With fine arts as a background, Swami also developed a passion for the performing arts. Even in the course of his duties as a monk, he expands his portfolio and manages to take an active role in theatrical productions from epics of ancient Indian origin. Casting, scripting, and directing morality theatre takes him annually to venues from North America to India and Africa.
Finally, a remarkable achievement came to Bhaktimarga Swami when in 1996 he went the way of a pilgrim and walked on foot cross country from west to east and then back for a return journey from Cape Spear Newfoundland to Vancouver Island in 2003, going full circle. He likes to tell of the unique experience and fond memories on the road after treking 16,000 kms.”The Longest Road” etailing the history of the people who shaped or were shaped by the Trans Canada Highway, the world’s longest continuous maintained road.
It’s my third time walking the whole length of Canada. It’s a total of 7,800 kilometres from coast to coast each time, once in ’96 and then again in 2003. Yes, it’s a big country. Some people are wondering why the big obsession for trekking this distance?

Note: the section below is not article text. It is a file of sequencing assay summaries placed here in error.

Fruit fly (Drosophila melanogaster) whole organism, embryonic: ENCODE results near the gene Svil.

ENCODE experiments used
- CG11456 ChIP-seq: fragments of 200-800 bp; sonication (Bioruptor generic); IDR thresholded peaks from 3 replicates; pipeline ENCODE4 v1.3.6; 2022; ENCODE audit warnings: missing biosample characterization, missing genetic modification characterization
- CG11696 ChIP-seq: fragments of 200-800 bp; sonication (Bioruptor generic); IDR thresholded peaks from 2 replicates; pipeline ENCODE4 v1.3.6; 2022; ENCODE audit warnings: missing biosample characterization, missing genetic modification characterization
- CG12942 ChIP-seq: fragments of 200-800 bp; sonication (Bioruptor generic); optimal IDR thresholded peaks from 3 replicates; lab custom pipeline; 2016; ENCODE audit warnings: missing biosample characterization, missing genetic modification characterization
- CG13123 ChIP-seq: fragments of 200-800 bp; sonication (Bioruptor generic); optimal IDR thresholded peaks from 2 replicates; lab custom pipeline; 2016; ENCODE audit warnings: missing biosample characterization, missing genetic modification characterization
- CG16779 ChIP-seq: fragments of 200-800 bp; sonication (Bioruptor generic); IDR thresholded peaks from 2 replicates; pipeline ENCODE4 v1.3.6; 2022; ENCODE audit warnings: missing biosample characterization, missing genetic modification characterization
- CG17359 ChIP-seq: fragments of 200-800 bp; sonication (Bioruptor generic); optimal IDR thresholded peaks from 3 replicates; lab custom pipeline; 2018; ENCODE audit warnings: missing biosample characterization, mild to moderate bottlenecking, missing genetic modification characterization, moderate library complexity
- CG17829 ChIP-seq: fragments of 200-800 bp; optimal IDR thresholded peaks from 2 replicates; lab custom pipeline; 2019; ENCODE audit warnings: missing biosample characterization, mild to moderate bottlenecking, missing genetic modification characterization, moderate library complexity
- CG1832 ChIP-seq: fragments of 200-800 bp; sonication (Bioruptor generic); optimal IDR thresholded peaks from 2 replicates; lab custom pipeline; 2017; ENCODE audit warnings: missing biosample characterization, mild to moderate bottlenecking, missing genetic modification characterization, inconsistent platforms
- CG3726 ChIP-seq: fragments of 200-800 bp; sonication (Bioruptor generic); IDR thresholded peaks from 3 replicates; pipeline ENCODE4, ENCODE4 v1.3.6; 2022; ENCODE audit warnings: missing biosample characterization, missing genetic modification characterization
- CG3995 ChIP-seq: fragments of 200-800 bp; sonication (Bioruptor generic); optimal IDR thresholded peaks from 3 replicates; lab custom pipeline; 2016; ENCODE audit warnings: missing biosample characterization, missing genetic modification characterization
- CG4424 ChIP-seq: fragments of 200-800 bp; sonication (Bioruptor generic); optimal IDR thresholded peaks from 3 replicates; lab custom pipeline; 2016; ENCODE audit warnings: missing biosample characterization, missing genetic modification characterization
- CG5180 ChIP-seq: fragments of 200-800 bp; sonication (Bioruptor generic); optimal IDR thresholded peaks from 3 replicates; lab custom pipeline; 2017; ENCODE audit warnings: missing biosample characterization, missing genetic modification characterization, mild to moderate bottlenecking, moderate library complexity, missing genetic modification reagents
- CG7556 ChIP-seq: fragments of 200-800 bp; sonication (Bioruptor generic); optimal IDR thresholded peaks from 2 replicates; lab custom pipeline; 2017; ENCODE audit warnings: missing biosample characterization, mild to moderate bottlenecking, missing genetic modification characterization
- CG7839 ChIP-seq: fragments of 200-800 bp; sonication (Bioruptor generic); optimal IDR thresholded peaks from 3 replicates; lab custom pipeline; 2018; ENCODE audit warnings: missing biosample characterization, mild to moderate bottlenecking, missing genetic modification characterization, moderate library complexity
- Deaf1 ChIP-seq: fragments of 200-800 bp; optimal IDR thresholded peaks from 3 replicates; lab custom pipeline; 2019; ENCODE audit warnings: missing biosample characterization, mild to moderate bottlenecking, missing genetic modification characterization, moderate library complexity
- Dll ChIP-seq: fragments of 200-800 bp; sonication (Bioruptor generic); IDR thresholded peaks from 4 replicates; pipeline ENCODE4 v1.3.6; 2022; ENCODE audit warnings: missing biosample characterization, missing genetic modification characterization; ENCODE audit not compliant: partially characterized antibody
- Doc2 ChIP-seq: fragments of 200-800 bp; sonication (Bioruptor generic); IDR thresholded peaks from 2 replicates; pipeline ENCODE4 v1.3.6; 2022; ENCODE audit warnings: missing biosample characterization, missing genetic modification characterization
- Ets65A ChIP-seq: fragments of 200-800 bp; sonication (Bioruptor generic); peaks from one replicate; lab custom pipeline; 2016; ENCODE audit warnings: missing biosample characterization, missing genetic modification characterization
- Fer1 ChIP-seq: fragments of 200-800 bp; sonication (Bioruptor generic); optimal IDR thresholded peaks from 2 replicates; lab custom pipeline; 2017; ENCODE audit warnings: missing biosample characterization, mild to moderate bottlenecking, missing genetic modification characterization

The reasons are also three-fold. Partly because I have a passion for nature’s aesthetics that are so abound in our country; partly because it’s a good workout (I could use some trimming down in the mid-rib region at age 53) and partly it’s because I’m on a pilgrimage. This last one I’ll explain.
The walk through it’s moments of strain aids in my own personal growth. The unpredictable weather helps with tolerance and connecting with folks along the way like the rare pedestrian and the more frequent motorist that stops to talk softens me a little. So it’s personal growth.